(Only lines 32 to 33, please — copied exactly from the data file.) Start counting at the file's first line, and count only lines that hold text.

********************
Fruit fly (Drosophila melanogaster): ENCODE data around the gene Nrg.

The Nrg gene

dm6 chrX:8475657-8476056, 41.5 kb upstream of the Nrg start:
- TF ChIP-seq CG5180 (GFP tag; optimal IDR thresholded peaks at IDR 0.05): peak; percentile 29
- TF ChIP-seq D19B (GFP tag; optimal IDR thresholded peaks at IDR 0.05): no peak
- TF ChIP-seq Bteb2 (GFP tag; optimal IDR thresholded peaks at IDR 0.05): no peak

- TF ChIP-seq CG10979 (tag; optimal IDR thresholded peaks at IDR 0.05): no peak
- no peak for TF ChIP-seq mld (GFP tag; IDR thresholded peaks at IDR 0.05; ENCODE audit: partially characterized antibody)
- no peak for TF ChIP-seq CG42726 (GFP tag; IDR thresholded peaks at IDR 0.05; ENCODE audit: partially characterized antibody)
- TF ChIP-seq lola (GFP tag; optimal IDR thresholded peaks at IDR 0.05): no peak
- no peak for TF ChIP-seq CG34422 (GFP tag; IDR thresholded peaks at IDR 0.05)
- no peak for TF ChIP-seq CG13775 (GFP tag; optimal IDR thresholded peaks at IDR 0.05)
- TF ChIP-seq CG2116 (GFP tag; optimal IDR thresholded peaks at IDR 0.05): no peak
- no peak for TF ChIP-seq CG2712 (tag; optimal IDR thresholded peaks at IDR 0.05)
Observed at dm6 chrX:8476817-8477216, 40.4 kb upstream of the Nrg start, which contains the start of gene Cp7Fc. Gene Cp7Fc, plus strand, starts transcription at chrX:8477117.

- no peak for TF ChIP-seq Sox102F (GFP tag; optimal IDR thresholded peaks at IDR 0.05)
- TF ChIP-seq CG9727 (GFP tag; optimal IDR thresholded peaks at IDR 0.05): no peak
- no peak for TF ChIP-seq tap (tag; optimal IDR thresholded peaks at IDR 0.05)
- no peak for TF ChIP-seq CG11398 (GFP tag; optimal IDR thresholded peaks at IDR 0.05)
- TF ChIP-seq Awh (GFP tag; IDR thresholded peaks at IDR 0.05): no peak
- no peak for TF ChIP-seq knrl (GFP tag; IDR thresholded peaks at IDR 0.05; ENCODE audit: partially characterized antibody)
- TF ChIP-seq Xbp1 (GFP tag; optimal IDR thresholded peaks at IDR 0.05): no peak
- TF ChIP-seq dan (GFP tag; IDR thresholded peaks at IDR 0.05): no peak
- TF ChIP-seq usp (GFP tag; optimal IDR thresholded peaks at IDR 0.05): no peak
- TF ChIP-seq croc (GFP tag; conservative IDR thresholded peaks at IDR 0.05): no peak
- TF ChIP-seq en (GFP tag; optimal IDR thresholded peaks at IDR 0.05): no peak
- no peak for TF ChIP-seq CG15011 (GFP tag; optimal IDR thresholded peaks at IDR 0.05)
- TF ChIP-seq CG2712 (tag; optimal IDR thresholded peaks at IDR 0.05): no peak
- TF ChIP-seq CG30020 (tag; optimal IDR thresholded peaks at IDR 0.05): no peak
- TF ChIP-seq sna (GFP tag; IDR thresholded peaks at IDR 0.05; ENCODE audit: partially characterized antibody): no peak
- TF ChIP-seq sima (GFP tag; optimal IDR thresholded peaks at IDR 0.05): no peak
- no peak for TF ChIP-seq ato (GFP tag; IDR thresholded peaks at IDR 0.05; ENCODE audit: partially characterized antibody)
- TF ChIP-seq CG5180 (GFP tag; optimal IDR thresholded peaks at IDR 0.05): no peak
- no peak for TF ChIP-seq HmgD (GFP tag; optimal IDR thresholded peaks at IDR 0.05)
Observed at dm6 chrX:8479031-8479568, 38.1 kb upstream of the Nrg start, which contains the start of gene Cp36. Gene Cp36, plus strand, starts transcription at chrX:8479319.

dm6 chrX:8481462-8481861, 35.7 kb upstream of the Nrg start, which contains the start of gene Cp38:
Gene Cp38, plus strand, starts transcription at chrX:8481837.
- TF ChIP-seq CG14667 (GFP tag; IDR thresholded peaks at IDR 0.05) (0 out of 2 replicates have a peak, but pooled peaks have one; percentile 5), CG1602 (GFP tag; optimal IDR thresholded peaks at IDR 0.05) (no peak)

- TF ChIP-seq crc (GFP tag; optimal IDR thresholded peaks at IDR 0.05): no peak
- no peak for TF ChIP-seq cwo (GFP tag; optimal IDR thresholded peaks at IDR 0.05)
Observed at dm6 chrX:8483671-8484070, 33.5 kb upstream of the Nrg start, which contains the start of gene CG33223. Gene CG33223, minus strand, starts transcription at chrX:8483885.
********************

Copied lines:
- no peak for TF ChIP-seq ato (GFP tag; IDR thresholded peaks at IDR 0.05; ENCODE audit: partially characterized antibody)
- TF ChIP-seq CG5180 (GFP tag; optimal IDR thresholded peaks at IDR 0.05): no peak